Having Atopic Eczema

Atopic eczema is the most common form of eczema, especially amongst the young.  Although it is considered a very individual condition with each individual having different triggers and presenting slightly differently there are still the basic features that distinguish it from other conditions.

Diagnosing Eczema

The itch and the classical red, scaly, crusted or blistered rash must be present for eczema to be diagnosed.  The symptoms must last for a long period of time or must reappear frequently.  There is also usually a close family member who is atopic.

The diagnosis also depends on the location of the rash which needs to by typical for the age.  Infants will usually experience eczema on their scalp, cheeks, elbows and knees.  Small infants don’t scratch so rubbing against other surfaces like their bedding will irritate the areas affected.

Toddlers most commonly develop eczema in skin folds – like the elbows and behind the knees but can develop it anywhere as they are now able to scratch.  Atopic eczema in adults is rare as the other forms of allergy (asthma, or hayfever) are more common.  If eczema does occur in adults it is most likely to appear on the hands or feet.

What to do if you are atopic

The reason for atopic people having atopic skin is not known and similarly a cure for atopy is not known.  Current treatments are aimed at relieving and controlling the symptoms.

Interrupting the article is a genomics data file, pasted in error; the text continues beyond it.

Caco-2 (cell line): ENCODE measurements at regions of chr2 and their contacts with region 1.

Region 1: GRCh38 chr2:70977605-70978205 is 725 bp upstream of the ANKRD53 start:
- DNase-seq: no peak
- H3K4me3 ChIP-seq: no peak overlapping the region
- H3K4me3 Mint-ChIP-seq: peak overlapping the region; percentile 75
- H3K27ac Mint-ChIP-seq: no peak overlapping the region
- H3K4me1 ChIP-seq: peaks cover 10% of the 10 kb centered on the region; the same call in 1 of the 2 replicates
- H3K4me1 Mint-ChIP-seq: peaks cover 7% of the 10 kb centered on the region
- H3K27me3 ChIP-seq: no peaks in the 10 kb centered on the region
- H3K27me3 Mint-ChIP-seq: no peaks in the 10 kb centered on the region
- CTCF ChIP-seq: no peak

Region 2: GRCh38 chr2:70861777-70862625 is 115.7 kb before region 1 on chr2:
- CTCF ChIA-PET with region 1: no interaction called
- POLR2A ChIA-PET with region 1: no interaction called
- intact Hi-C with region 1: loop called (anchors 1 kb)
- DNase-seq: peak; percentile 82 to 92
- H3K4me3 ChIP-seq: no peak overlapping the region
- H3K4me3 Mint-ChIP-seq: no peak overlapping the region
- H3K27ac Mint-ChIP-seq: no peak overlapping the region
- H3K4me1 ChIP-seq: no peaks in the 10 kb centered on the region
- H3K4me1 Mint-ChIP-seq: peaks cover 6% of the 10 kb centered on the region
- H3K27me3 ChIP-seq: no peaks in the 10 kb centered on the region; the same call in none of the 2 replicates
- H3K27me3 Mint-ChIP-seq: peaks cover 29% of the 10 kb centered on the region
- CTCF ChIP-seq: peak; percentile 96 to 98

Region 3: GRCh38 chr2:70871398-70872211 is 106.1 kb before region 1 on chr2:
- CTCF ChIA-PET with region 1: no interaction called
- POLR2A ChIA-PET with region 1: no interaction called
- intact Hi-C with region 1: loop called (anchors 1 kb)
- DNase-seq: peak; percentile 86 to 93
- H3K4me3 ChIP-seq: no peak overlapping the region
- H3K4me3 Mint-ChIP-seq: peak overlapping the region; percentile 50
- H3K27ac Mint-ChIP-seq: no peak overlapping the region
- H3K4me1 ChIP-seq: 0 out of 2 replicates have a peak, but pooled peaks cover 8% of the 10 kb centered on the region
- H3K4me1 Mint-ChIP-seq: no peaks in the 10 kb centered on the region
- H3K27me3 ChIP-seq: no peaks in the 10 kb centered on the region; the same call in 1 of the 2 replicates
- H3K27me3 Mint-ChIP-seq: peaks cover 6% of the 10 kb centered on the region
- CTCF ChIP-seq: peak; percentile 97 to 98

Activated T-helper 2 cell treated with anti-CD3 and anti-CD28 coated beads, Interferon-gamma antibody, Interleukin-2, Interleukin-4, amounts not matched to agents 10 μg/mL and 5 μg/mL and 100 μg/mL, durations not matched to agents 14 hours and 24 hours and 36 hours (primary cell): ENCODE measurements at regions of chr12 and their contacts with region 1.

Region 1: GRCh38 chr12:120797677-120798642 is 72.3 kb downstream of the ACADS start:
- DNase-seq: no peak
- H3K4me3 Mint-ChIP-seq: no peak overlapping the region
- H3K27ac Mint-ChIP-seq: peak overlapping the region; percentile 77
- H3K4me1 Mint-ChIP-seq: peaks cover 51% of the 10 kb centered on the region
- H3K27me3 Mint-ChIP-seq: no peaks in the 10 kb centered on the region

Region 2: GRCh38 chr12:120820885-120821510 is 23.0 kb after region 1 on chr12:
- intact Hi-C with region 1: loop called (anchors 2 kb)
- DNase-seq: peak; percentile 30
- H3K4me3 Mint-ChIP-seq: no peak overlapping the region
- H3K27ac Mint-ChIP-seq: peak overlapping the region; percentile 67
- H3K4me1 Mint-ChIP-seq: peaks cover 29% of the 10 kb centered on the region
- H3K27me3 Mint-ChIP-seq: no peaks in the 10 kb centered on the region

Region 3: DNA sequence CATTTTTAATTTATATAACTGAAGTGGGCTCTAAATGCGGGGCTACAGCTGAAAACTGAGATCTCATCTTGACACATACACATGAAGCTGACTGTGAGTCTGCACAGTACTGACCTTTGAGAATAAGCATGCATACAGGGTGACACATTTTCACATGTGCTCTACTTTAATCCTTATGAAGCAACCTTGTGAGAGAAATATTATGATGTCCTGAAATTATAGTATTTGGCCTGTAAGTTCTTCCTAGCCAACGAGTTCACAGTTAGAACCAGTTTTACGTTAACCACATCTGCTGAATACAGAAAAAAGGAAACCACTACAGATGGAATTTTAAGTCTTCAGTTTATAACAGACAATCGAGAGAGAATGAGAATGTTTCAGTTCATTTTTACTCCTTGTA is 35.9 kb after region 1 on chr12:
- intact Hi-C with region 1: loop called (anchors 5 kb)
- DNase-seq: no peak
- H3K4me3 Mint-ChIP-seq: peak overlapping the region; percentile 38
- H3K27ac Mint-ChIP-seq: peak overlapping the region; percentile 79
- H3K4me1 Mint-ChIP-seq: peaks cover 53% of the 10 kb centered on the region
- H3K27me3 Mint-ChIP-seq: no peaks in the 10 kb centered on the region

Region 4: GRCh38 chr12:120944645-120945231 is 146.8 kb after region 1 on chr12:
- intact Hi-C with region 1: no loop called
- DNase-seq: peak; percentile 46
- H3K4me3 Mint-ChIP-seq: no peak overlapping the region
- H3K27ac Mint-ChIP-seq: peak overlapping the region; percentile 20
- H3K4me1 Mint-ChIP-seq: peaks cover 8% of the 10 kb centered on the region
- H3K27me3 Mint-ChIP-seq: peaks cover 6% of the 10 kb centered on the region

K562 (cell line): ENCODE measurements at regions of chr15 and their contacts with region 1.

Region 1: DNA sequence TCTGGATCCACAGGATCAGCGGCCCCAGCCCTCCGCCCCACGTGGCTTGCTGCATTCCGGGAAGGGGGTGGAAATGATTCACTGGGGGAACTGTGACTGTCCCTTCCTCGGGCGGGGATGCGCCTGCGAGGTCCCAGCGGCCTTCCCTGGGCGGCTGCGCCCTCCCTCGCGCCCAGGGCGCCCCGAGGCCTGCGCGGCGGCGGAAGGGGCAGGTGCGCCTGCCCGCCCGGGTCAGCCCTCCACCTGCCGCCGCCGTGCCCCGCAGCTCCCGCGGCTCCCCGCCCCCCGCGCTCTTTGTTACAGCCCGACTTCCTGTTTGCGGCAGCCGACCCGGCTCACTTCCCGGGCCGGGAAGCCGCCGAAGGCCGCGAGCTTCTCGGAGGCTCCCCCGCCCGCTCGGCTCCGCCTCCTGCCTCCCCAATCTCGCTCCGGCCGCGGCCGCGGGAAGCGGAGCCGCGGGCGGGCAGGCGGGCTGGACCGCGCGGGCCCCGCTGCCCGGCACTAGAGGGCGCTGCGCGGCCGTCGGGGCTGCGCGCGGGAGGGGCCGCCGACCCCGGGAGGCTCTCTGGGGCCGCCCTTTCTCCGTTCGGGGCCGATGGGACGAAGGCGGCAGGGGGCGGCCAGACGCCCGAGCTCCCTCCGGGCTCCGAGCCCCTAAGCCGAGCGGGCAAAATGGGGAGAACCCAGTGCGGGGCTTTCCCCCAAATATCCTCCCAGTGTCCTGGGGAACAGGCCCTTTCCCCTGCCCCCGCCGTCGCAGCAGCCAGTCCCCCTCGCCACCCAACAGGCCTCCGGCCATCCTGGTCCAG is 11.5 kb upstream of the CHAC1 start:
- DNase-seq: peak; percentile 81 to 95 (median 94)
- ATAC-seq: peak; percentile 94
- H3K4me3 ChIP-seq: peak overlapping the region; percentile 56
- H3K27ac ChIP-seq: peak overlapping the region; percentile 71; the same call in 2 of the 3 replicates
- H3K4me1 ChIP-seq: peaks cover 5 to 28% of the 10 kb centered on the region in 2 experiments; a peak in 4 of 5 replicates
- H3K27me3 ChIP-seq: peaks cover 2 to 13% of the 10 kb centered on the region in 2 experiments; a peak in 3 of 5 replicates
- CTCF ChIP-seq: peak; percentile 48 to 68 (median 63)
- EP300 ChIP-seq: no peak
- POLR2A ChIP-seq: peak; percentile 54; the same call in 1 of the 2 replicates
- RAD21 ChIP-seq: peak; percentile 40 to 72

Until recently the doctors preferred form of treatment for atopic eczema was steroid based creams. New creams are always appearing on the market and a trend towards the natural treatments that have lesser side effects than the steroids has eventuated.

Whilst using the emolients to treat the eczema is important it is not the sole form of treatment.  It is very important to keep the skin well moisturised and to avoid any known triggers.

Tips for treating eczema

•    Avoid triggers and substances that stress the skin.  Besides individual triggers that you most probably have identified, some things to avoid include household cleaners, detergents and harsh soaps.

•    Hot water is a NO NO.  Take short, warm showers and baths and wear gloves if your hands will be in water for long periods of time.  Add a bath oil to bath water to allow bathing to moisturise the skin rather than dry it out.

•    Wear light, loose fitting clothes made from natural fibres that allow the skin to breathe.  Cotton clothes are your best bet.

•    Be dedicated to your skin care.  Keep it clean, moisturised and avoid products that dry out and irritate the skin.

•    Do your research, and find a topical treatment (cream applied to the skin) that works best for you.  Unfortunately it is an arduous process of trial and error, but there are a lot of good products out there that might help soothe the skin.

•    Try not to scratch the itch.  Easier said than done I know, but scratching the skin can make it more difficult to heal because you break the skin, causing infection to set in.

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